I was very excited when I first heard that Ralph Fiennes had made a film of Coriolanus. Excited, and a bit perplexed. Some years ago, I briefly considered trying to do something myself with Shakespeare's tragedy – either turn it into an ultra-low-budget film or maybe stage it somewhere. It didn’t result in anything, but I spent a lot of time thinking about how and whether the play could work today. The reason I decided not to do anything with it, though, was a surprising one.
I’m not planning on reviewing Fiennes’s film, which I mostly like. I think David Edelstein does a nice job in his very favorable review, here. And Fiennes holds forth eloquently in an interview with my pal Sam Adams for the LA Times, here. I’m not entirely convinced, though, that Fiennes has cracked the story’s connection to today. In fact, one of the things I like about his film is how resolutely un-modern it is, despite the updating of its time period.
Coriolanus isn’t one of Shakespeare’s better-known plays, but it has been for some years one of my favorites. This probably has less to do with my obscurantism and more with a stalkerish obsession I had in high school with T.S. Eliot, who notoriously held this one in quite high regard. But while Eliot’s endorsement certainly held some sway with me, it doesn’t appear to have made much of a dent in the culture at large: Almost nobody stages Coriolanus nowadays. (Christopher Walken did do a celebrated turn in New York back in the ‘90s; and there’s an excellent, excellent 1984 BBC production starring Alan Howard, available on DVD.)
There are probably a couple of reasons for this: The Bard’s last tragedy, it has a bit of a reputation for not having the poetic and metaphysical oomph of works like Hamlet or Lear. But the more relevant reason may be that its hero seems to be a bit of a twat.
Coriolanus is one of the few Shakespeare plays that doesn’t reach across the centuries and crash upon the modern consciousness. Its tragic hero is resolutely ancient, and its concerns seem somewhat quaint, at least when they’re not offensive. The text is famously open to interpretation, but that may also be because it’s so troubling to the modern sensibility.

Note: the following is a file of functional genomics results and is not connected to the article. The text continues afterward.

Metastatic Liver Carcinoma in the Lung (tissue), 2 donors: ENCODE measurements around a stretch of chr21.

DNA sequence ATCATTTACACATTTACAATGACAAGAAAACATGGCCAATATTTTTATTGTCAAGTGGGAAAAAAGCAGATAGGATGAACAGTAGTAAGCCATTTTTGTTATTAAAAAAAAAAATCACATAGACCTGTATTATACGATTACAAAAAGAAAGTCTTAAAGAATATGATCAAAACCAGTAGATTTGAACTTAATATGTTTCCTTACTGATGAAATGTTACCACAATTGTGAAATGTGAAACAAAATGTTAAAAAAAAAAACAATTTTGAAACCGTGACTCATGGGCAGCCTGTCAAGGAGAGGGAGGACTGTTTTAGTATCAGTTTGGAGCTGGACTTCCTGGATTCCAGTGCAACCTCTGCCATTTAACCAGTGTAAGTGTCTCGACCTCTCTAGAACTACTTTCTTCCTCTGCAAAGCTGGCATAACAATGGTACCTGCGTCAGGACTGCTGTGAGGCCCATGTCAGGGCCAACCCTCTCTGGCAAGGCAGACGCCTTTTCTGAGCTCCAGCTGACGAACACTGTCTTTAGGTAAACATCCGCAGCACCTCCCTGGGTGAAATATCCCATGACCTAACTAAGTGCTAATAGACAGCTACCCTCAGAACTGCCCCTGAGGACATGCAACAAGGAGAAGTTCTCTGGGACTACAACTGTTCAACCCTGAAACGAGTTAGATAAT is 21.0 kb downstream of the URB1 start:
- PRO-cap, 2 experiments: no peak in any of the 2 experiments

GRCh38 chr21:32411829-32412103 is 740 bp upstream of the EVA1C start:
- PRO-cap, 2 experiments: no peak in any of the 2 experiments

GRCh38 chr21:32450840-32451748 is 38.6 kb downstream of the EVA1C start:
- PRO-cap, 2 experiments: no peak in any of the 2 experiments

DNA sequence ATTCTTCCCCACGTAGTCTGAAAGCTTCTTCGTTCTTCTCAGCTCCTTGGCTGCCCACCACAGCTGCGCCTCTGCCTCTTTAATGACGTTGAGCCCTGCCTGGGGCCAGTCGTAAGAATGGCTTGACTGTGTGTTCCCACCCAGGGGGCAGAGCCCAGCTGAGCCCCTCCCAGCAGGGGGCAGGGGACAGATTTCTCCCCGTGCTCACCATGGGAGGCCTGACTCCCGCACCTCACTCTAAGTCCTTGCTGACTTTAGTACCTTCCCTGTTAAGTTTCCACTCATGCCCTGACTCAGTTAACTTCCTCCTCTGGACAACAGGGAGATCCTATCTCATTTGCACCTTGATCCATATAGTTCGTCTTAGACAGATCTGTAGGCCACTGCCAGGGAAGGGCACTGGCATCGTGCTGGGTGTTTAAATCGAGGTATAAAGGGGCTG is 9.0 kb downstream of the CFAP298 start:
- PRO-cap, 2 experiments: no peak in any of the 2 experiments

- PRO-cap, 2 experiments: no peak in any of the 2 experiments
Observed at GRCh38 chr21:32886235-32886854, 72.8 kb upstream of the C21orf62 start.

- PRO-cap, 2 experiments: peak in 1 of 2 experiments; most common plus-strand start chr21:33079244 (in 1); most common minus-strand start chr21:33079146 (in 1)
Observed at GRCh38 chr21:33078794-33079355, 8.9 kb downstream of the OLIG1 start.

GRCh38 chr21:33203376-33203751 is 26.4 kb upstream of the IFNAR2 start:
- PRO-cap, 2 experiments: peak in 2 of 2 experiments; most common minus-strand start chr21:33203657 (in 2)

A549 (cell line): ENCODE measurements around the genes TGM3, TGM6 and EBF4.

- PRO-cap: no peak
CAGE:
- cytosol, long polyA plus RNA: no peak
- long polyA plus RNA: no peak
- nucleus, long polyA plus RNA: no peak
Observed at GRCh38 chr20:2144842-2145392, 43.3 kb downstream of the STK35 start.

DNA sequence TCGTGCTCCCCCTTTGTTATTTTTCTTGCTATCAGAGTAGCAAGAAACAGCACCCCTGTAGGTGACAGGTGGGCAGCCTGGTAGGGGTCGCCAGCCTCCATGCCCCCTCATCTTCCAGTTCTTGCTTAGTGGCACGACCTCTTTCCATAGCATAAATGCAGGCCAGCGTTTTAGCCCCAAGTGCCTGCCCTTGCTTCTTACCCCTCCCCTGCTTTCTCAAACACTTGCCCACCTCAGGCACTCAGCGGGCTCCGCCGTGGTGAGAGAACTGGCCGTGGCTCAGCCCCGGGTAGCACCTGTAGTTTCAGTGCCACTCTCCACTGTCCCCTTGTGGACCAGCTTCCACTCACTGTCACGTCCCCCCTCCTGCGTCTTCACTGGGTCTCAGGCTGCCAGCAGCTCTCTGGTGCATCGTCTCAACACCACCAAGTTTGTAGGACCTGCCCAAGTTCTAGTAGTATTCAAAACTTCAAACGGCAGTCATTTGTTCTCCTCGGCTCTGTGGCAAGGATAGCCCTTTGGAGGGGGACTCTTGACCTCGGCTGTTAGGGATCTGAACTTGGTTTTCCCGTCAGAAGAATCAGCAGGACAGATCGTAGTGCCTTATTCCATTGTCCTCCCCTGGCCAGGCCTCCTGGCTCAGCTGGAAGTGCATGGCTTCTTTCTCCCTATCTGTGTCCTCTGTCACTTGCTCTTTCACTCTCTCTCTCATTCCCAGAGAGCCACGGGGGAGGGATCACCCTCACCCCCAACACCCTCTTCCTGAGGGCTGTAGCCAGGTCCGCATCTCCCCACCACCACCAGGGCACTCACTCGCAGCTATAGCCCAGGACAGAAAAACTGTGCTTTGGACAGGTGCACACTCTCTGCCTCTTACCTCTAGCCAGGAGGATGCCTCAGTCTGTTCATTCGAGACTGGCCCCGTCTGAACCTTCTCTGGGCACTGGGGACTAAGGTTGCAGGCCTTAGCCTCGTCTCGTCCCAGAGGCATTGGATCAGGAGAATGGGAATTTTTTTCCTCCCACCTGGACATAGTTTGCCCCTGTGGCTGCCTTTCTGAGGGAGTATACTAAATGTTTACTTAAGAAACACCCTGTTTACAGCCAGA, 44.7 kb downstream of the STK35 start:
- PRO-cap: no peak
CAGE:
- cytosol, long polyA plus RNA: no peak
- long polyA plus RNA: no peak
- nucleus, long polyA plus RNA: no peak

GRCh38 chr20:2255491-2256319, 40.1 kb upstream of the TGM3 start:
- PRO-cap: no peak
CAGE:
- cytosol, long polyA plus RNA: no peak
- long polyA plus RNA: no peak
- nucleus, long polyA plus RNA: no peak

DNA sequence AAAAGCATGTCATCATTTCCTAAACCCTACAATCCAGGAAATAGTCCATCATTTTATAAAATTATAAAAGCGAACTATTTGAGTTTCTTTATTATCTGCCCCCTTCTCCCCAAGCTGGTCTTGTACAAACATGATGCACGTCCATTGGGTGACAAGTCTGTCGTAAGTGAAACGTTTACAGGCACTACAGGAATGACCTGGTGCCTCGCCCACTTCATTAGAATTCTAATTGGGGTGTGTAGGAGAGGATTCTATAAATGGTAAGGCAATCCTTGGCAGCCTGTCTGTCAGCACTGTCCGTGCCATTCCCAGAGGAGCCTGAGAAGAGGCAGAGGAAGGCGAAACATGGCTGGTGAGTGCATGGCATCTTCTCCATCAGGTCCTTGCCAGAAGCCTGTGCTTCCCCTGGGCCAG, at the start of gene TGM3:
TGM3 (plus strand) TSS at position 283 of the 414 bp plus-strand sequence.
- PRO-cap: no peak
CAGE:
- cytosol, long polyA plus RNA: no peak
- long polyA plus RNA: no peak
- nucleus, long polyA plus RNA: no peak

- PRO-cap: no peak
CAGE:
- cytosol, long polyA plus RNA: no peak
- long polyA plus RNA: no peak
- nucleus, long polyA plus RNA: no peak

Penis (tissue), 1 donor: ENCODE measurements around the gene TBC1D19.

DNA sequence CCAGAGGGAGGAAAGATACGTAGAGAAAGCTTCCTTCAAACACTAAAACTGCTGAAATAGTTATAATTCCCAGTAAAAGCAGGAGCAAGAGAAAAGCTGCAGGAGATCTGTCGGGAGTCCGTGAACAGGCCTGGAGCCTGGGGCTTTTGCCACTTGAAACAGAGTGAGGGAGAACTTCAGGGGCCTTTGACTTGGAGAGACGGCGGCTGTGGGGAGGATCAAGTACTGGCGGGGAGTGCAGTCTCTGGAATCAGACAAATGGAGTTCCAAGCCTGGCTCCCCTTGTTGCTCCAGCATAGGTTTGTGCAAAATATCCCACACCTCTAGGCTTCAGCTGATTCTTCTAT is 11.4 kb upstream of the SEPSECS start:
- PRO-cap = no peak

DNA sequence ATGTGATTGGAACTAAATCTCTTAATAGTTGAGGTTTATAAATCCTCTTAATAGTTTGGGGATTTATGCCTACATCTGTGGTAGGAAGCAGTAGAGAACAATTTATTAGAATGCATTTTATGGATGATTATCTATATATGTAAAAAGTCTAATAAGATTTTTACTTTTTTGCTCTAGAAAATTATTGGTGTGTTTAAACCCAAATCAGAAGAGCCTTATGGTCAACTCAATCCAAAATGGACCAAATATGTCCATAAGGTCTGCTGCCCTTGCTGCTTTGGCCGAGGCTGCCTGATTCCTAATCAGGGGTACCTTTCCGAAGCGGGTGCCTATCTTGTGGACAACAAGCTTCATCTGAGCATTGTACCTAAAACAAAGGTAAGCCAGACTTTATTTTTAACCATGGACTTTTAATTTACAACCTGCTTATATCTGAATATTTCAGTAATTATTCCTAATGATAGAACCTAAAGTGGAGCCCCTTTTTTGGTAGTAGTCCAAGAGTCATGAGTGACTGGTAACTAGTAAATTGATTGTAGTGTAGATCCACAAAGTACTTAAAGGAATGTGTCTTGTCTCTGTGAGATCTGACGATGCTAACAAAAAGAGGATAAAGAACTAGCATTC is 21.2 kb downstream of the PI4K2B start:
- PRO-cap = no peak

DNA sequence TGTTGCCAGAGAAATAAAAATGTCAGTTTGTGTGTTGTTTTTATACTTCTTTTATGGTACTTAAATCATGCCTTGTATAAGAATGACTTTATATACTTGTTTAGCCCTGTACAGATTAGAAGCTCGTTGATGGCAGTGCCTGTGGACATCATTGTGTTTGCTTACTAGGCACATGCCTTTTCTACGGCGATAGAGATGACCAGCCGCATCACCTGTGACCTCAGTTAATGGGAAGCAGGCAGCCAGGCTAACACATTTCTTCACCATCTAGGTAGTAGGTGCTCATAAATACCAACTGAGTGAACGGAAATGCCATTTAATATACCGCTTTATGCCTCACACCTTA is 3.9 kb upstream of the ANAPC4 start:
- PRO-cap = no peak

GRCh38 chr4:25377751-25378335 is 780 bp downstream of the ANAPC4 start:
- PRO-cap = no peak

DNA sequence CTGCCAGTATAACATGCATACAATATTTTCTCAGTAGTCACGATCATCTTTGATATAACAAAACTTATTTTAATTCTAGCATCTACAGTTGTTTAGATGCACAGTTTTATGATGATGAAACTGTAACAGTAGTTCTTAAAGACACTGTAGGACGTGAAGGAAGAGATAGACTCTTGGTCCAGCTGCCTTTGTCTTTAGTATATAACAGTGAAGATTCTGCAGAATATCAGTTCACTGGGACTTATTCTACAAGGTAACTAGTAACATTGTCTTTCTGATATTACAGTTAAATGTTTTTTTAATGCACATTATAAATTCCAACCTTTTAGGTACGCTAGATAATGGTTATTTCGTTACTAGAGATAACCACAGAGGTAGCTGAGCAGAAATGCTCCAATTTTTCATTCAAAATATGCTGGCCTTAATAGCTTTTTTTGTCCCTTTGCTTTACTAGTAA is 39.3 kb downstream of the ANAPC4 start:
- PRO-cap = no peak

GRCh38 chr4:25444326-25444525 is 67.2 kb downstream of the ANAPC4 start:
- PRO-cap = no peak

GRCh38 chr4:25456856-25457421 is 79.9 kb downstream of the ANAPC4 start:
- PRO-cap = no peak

Writing well before the age of populism (and fully cognizant of the chaos that reigned before the Tudors consolidated power a little more than a century before), Shakespeare conjures up a world where the heaving desire of the masses to feel themselves equal to the best, most noble members of society – in this case, a Roman patrician warrior-general – is a corrosive force. Yes, Coriolanus the character has too much pride, and this is his undoing. But there’s never a sense that his pride is unwarranted. Why shouldn’t he be superior to the people, the play seems to ask. Who the hell are they, and what have they done to distinguish themselves?
As I assessed the play, I came to understand that the key challenge in doing Coriolanus today is to try and represent the play’s central dilemma, and its hero, in a way that would work for a modern audience -- not to rewrite it or to soften it, but to unlock it. The play’s terrified vision of democracy may have connected with audiences at the time, but how could one make that same impact today, when democracy and a public voice are our most cherished rights? True, we hold our soldiers in very high regard as well, but we still accept that they are people, just like us. A soldier too proud to bring himself to the level of mere mortals wouldn’t really fly -- even if that very pride is the tragic flaw that brings him down. Soldiers aren't supposed to be like that anymore.
So I was ready to conclude that there might not really be a way to make Coriolanus's pride, his superiority, palpable for today's viewers.
Unless, I thought, you made him a superhero.
That was clearly the solution. To accurately convey the relationship between Coriolanus and the populace, you’d need to create a relationship whose asymmetry people today would accept. The only answer, it seemed to me, was a guy with superpowers – be they from another planet or through a radioactive whatsit or a magic cape or whatever. Something that clearly set him apart – biologically, physically, galactically – from the rest of us.
And then I realized that Pixar had already made this movie, and that it was called The Incredibles.